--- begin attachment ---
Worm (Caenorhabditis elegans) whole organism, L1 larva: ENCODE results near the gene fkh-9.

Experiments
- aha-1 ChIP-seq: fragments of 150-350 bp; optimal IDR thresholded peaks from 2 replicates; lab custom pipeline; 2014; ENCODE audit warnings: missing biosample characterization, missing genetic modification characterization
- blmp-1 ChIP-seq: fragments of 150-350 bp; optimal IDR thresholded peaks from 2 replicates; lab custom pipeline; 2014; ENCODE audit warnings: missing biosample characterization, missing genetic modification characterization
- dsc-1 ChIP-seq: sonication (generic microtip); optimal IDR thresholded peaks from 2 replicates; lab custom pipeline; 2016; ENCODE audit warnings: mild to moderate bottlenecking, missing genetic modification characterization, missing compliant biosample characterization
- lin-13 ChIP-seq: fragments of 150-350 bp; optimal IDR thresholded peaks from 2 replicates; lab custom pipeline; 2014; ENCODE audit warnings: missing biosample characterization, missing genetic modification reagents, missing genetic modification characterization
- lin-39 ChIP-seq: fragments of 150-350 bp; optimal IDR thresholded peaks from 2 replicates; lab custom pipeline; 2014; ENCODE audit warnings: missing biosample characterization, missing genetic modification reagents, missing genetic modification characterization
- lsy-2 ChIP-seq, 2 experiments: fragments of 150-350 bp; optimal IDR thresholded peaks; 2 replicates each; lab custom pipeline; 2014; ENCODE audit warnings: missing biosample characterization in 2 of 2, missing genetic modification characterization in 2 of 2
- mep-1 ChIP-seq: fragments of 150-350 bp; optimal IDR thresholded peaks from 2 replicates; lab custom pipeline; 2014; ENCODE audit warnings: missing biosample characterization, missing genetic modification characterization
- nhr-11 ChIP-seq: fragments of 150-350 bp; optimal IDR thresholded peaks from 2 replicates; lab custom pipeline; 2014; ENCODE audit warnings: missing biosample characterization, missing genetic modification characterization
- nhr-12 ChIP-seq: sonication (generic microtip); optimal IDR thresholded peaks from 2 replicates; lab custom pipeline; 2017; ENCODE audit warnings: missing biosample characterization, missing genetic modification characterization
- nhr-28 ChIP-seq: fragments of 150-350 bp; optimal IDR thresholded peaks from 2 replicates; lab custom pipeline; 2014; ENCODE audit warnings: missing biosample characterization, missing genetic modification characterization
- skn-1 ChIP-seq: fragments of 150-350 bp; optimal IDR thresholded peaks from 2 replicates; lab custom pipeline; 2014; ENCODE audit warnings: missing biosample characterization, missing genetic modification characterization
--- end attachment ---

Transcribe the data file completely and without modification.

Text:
Worm (Caenorhabditis elegans) whole organism, L1 larva: ENCODE results near the gene fkh-9.

Experiments
- aha-1 ChIP-seq: fragments of 150-350 bp; optimal IDR thresholded peaks from 2 replicates; lab custom pipeline; 2014; ENCODE audit warnings: missing biosample characterization, missing genetic modification characterization
- blmp-1 ChIP-seq: fragments of 150-350 bp; optimal IDR thresholded peaks from 2 replicates; lab custom pipeline; 2014; ENCODE audit warnings: missing biosample characterization, missing genetic modification characterization
- dsc-1 ChIP-seq: sonication (generic microtip); optimal IDR thresholded peaks from 2 replicates; lab custom pipeline; 2016; ENCODE audit warnings: mild to moderate bottlenecking, missing genetic modification characterization, missing compliant biosample characterization
- lin-13 ChIP-seq: fragments of 150-350 bp; optimal IDR thresholded peaks from 2 replicates; lab custom pipeline; 2014; ENCODE audit warnings: missing biosample characterization, missing genetic modification reagents, missing genetic modification characterization
- lin-39 ChIP-seq: fragments of 150-350 bp; optimal IDR thresholded peaks from 2 replicates; lab custom pipeline; 2014; ENCODE audit warnings: missing biosample characterization, missing genetic modification reagents, missing genetic modification characterization
- lsy-2 ChIP-seq, 2 experiments: fragments of 150-350 bp; optimal IDR thresholded peaks; 2 replicates each; lab custom pipeline; 2014; ENCODE audit warnings: missing biosample characterization in 2 of 2, missing genetic modification characterization in 2 of 2
- mep-1 ChIP-seq: fragments of 150-350 bp; optimal IDR thresholded peaks from 2 replicates; lab custom pipeline; 2014; ENCODE audit warnings: missing biosample characterization, missing genetic modification characterization
- nhr-11 ChIP-seq: fragments of 150-350 bp; optimal IDR thresholded peaks from 2 replicates; lab custom pipeline; 2014; ENCODE audit warnings: missing biosample characterization, missing genetic modification characterization
- nhr-12 ChIP-seq: sonication (generic microtip); optimal IDR thresholded peaks from 2 replicates; lab custom pipeline; 2017; ENCODE audit warnings: missing biosample characterization, missing genetic modification characterization
- nhr-28 ChIP-seq: fragments of 150-350 bp; optimal IDR thresholded peaks from 2 replicates; lab custom pipeline; 2014; ENCODE audit warnings: missing biosample characterization, missing genetic modification characterization
- skn-1 ChIP-seq: fragments of 150-350 bp; optimal IDR thresholded peaks from 2 replicates; lab custom pipeline; 2014; ENCODE audit warnings: missing biosample characterization, missing genetic modification characterization